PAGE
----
The Skeptical Teacher

Musings of a science teacher & skeptic in an age of woo.

Archive for May, 2010

The God-of-the-Gaps Just Got Smaller: Link Found Between Life & Inorganic Matter

Posted by mattusmaximus on May 20, 2010

If you’re familiar with various creationist arguments, you will no doubt recognize the infamous god-of-the-gaps argument. This is basically a variation on the classic logical fallacy called the argument from ignorance, which basically states that if we don’t understand some phenomenon with 100% clarity (such as the origins of life), then that must mean that “Poof! God did it”…

There is one fatal flaw with this kind of argument, which begs an interesting theological question: what happens to the god-of-the-gaps when we do come up with evidence & naturalistic explanations for the gaps in our knowledge?  Most scholarly theologians disdain the god-of-the-gaps argument precisely to avoid this trap, because they don’t want their god somehow diminished as science marches ever forward.

But not creationists, who usually take the intellectually lazy & dishonest route by simply dismissing the evidence filling in said gaps.  Only by ignoring and distorting the science can their god-of-the-gaps be maintained, so while the rest of us learn more and more about our universe and our place within it, creationists insist upon wallowing in their ignorance, content that their twisted reading of a 2000 year-old holy text (only one of many different supposedly “divinely inspired” holy texts out there) has revealed to them the truth.

So here’s the big news, and why the god-of-the-gaps just got a lot smaller: scientists have discovered a missing link between life and inorganic matter…

Philosophers and scientists have argued about the origins of life from inorganic matter ever since Empedocles (430 B.C.) argued that every thing in the universe is made up of a combination of four eternal ‘elements’ or ‘roots of all’: earth, water, air, and fire, and that all change is explained by the arrangement and rearrangement of these four elements. Now, scientists have discovered that simple peptides can organize into bi-layer membranes. The finding suggests a “missing link” between the pre-biotic Earth’s chemical inventory and the organizational scaffolding essential to life.

“This is a boon to our understanding of large, structural assemblies of molecules,” says Emory Chemistry Chair David Lynn, who helped lead the effort, which were collaborations of the departments of chemistry, biology and physics. “We’ve proved that peptides can organize as bi-layers, and we’ve generated the first, real-time imaging of the self-assembly process. We can actually watch in real-time as these nano-machines make themselves.” …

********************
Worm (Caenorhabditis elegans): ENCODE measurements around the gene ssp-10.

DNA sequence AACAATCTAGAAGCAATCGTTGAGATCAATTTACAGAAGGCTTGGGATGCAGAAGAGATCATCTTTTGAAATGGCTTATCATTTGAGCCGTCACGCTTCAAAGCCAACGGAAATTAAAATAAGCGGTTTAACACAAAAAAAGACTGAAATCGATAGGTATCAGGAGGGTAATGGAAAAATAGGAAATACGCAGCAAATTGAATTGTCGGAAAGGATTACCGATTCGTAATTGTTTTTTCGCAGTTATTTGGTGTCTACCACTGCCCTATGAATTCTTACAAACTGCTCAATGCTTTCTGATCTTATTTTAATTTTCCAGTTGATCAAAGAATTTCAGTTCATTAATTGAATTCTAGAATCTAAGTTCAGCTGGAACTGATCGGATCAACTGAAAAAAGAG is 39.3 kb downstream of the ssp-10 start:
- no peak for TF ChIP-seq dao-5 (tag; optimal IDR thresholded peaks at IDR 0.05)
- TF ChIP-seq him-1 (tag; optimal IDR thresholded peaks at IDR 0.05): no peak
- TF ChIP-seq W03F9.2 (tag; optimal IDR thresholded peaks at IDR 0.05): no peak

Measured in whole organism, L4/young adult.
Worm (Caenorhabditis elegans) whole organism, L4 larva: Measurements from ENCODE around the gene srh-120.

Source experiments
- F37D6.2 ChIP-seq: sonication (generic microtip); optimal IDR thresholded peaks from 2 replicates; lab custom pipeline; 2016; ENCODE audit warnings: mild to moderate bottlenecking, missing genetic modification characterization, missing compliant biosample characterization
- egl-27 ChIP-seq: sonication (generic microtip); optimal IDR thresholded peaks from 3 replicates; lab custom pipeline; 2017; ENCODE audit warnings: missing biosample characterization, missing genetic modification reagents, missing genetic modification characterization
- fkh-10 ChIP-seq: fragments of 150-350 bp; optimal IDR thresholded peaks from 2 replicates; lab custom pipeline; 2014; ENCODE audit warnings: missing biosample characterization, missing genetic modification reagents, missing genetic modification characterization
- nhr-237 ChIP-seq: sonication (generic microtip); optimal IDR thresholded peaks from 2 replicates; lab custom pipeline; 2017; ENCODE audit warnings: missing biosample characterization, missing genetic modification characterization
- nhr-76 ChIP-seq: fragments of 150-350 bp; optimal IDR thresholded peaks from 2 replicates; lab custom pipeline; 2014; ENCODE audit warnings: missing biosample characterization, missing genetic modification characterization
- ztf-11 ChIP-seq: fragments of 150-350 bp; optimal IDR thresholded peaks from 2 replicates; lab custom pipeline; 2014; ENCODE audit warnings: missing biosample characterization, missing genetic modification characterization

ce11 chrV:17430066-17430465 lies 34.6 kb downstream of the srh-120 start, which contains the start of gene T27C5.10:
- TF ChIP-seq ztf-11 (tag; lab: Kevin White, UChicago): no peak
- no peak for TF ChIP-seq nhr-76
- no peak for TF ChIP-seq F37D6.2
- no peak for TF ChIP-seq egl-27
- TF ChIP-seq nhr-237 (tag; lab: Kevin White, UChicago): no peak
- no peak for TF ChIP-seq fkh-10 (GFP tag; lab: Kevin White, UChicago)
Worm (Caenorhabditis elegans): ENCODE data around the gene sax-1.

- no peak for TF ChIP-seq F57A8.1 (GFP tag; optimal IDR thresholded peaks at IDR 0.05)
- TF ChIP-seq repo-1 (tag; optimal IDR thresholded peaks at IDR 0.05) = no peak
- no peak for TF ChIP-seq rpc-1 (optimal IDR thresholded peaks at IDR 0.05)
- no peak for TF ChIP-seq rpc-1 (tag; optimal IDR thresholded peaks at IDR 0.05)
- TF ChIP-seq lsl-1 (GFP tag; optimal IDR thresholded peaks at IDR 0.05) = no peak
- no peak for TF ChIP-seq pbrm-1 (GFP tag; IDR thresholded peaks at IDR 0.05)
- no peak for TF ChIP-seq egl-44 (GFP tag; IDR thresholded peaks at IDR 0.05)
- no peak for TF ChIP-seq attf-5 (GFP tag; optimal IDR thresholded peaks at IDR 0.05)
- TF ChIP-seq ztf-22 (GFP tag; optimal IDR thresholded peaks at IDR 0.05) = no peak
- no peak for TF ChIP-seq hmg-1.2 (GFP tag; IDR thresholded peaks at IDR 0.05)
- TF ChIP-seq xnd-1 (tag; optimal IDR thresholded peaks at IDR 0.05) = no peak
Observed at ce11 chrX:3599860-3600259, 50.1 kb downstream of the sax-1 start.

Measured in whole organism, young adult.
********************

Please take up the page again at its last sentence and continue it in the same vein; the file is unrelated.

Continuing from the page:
… The research is part of “The Center for Chemical Evolution,” a center based at Emory and Georgia Tech, for integrated research, education and public outreach focused on the chemistry that may have led to the origin of life. The National Science Foundation and the U.S. Department of Energy have funded the research.

Many groups studying the origins of life have focused on RNA, which is believed to have pre-dated living cells. But RNA is a much more complicated molecule than a peptide. “Our studies have now shown that, if you just add water, simple peptides access both the physical properties and the long-range molecular order that is critical to the origins of chemical evolution,” Childers says.

Posted in creationism, religion | Tagged: , , , , , , , , , , , , , , , , , , , , , | 1 Comment »

Would-Be Governor of Alabama Disses Evolution

Posted by mattusmaximus on May 18, 2010

Oh… my… FSM… I thought that I’d seen a lot of really stupid political ads (from all sides of the political spectrum), but this is one of the worst: a Republican candidate for governor of Alabama, Bradley Byrne, is being bashed for (gasp!) actually having once said that we should teach science (specifically, evolution) in science classrooms.  In addition, he apparently had the audacity to state that perhaps not every part of the Bible is “literally” true as many fundamentalists claim – at least, “literally” true in their own interpretation.  Here’s the ad…

As bad as that is, what’s worse is the fact that Byrne (in an obvious attempt to cater to the more extreme elements who have hijacked the GOP) is actively denouncing any of his previous advocacy for teaching evolution or questioning fundamentalist’s interpretations of the Bible.  His campaign released this statement on the matter…